2011 has been a difficult year for Japan's automobile industry. The devastating March 11th earth quake, the unexpected flooding in Thailand and the highly uncompetitive Yen, are all threatening Japan's car makers. The Japanese automobile companies not only want to show off the cutting edge car technology but also the resilience against the disasters to the world in this year's Tokyo Motor Show, Toshiyuki Shiga, chairman of Japan Automobile Manufacture Association, told Xinhua in the pre-show of the 42nd Tokyo Motor Show.
The Tokyo Motor Show is the most important biennial show for Japanese automobile makers. The event draws about 179 exhibitors from Japan and abroad, over 50 new vehicles will showcase their world premieres to the public at Tokyo Big Sight form Dec. 3 to Dec. 11
Japan Automobile Manufacture Association, the host of the show, hopes the event will attract over 800,000 visitors surpass the last 610,000 of the previous edition which was affected by the global finical crises. Toshiyuki Shiga said that they adopted the advice to bring the show back to Tokyo from Makuhari Messe International Convention Complex in Chiba to have more foreign exhibitors. "We glade that many foreign manufacturers skip the 2009 show are back to Japan. 20 companies with 24 brands participate in this year's show, more than doubled last time."
The theme this year is "Mobility can change the world" means car will be friendlier to the environment and more enjoyable to drive, Toshiyuki Shiga told Xinhua, "Japanese cars are very popular thought out the world for high quality, but more strong rivals involved in the fierce competition, to keep the advantage in the market, Japan's car makers need to continue to innovation and develop."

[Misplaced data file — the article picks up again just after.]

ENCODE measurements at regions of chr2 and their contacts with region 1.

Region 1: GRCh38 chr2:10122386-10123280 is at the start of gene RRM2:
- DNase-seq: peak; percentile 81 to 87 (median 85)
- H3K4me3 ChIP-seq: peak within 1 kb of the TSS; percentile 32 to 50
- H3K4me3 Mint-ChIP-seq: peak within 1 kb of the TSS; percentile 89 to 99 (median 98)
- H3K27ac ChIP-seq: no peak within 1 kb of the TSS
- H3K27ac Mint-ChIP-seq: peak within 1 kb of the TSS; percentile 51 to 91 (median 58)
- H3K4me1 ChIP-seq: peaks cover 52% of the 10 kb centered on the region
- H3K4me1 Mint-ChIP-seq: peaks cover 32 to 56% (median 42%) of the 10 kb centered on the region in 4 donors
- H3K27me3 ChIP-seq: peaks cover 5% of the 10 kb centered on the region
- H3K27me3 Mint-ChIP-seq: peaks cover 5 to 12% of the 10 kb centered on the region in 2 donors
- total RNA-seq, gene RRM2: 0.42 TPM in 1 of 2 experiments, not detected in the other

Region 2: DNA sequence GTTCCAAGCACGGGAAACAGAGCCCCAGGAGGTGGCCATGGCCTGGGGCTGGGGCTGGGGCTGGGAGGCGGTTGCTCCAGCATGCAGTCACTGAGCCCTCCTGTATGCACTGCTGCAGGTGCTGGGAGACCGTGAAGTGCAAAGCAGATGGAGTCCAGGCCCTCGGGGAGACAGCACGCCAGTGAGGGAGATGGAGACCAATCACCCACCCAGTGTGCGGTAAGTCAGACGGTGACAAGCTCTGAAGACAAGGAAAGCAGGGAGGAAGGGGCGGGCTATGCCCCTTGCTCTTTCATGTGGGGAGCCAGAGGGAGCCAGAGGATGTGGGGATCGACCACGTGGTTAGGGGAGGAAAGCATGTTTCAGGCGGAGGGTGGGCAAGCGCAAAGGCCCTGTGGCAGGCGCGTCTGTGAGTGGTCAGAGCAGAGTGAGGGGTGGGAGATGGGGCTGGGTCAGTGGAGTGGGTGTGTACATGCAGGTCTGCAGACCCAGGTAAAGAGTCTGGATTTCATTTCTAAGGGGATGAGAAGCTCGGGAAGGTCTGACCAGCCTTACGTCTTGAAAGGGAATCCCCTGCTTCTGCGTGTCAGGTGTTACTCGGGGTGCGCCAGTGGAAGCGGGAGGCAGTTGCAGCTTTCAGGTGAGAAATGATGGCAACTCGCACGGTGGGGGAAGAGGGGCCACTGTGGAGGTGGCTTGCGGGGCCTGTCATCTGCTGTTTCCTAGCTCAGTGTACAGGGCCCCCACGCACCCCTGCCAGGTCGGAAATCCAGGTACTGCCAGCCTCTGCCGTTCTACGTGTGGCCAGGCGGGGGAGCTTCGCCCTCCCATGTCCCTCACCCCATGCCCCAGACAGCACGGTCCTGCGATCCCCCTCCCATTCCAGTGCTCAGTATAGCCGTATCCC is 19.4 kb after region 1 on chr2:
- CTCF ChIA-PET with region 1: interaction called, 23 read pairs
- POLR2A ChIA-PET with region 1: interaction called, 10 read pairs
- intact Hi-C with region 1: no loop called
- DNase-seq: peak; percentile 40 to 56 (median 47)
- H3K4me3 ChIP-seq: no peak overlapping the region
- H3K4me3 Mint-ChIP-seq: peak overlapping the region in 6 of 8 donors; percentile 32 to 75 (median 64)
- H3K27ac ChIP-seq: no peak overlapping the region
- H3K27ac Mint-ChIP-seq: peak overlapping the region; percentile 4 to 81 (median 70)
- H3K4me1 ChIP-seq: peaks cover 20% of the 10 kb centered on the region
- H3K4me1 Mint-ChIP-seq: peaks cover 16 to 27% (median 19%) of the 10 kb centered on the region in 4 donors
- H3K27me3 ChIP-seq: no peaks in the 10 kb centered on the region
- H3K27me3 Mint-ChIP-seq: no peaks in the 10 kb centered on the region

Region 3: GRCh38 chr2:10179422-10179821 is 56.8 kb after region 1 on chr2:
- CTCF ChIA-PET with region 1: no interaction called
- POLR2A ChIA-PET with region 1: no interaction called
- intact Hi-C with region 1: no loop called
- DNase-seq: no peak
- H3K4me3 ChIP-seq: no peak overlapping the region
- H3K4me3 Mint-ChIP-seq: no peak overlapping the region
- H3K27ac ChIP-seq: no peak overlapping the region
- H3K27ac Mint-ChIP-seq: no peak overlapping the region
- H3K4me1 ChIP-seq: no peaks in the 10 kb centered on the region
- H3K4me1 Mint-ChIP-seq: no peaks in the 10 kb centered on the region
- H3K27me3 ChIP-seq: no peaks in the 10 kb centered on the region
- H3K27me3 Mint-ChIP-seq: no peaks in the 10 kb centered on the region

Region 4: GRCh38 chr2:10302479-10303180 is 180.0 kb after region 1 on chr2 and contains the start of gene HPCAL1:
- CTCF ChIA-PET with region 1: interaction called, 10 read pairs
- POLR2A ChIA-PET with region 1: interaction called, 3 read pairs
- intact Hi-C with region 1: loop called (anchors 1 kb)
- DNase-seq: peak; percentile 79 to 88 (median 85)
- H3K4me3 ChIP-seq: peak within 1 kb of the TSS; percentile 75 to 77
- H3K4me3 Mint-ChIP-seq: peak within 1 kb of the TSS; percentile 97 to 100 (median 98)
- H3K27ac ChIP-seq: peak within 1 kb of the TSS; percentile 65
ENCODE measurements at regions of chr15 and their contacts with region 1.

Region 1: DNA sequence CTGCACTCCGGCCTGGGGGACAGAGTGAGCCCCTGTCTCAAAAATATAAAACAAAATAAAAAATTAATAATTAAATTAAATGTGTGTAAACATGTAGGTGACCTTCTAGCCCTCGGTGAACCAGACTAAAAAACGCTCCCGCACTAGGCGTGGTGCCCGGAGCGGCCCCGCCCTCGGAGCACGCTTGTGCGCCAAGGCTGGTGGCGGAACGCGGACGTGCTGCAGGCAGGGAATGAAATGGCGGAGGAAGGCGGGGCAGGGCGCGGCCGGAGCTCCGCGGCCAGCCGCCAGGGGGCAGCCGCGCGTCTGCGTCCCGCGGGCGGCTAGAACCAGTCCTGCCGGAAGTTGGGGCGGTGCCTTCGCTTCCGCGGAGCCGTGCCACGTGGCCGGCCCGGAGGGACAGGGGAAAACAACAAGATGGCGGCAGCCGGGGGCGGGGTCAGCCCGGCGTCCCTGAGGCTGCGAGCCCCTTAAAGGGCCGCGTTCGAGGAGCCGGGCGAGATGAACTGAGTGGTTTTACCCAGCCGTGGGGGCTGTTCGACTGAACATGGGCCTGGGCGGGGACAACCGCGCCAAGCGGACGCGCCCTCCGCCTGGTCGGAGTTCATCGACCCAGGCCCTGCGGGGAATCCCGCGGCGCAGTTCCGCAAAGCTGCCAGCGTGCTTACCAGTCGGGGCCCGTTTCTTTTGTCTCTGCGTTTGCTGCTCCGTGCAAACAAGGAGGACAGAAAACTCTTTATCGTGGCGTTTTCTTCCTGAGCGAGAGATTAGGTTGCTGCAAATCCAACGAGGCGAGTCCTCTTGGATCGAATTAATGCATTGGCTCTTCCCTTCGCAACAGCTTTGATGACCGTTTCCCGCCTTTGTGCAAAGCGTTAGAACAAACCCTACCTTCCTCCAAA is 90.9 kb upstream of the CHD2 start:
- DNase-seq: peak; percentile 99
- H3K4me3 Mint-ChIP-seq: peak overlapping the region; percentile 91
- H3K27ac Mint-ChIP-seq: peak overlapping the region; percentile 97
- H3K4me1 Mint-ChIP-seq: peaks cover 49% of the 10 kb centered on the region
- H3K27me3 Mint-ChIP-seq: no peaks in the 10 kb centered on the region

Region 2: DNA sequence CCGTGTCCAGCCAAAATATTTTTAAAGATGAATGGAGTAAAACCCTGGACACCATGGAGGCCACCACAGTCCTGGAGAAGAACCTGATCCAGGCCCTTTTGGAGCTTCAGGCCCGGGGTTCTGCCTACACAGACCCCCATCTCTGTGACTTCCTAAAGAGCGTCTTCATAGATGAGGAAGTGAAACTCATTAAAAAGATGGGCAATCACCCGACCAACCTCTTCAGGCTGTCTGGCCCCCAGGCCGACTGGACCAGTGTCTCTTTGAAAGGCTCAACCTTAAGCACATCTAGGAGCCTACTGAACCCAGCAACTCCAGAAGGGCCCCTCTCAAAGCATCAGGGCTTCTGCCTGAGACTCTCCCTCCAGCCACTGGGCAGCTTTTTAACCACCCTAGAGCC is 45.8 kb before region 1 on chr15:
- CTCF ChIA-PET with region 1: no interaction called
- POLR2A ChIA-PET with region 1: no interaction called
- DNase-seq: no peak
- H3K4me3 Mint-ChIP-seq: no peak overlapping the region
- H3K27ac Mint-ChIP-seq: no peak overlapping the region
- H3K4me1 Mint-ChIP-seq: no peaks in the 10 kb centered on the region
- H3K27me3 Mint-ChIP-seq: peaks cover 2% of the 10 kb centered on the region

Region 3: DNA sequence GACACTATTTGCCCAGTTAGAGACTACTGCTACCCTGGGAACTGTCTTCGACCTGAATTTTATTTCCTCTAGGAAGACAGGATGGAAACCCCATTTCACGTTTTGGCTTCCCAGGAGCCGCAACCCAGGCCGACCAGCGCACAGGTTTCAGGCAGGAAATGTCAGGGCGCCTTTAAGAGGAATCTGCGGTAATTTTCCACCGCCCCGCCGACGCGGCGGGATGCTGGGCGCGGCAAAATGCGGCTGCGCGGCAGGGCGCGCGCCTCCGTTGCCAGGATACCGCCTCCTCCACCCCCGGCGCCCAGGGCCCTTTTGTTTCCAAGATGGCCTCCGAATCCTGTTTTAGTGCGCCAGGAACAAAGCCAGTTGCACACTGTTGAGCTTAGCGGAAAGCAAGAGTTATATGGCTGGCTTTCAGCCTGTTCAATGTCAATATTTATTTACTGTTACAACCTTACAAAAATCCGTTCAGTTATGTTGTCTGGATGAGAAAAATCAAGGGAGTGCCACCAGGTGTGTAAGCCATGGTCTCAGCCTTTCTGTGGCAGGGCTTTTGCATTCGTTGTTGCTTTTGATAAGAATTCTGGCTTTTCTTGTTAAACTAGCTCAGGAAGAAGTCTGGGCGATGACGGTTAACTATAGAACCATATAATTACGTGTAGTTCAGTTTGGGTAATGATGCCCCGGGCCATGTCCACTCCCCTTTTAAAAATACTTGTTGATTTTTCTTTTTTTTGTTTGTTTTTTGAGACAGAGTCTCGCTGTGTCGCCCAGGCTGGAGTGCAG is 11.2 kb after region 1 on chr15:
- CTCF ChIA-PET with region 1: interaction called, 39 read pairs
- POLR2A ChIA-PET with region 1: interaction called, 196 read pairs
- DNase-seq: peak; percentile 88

The electric vehicles with cutting edge technology and high performance engines are under the spotlight in the 42nd show.
The No.1 Japan car maker Toyota Motor Corporation unveiled their newest next generation concept vehicle "Toyota Fun Vii". The most eye catching vehicle was covered by display panels, which allowing the driver check the car's condition before getting into it and even change the look of the car at will.
The second largest automaker Nissan showcased the three-seat electric car "Pivo 3" concept, which can be connected to a smart phone or PC showing the car's condition remotely. The car even can receive the order form the owner via a smart phone and go to the certain designation to pick the owner up.
Many Japanese automakers are still forced to suspend and reduce output due to the disasters. "Despite the damage, we would work together to face the challenges. Believe the power of unity." Toshiyuki Shiga said.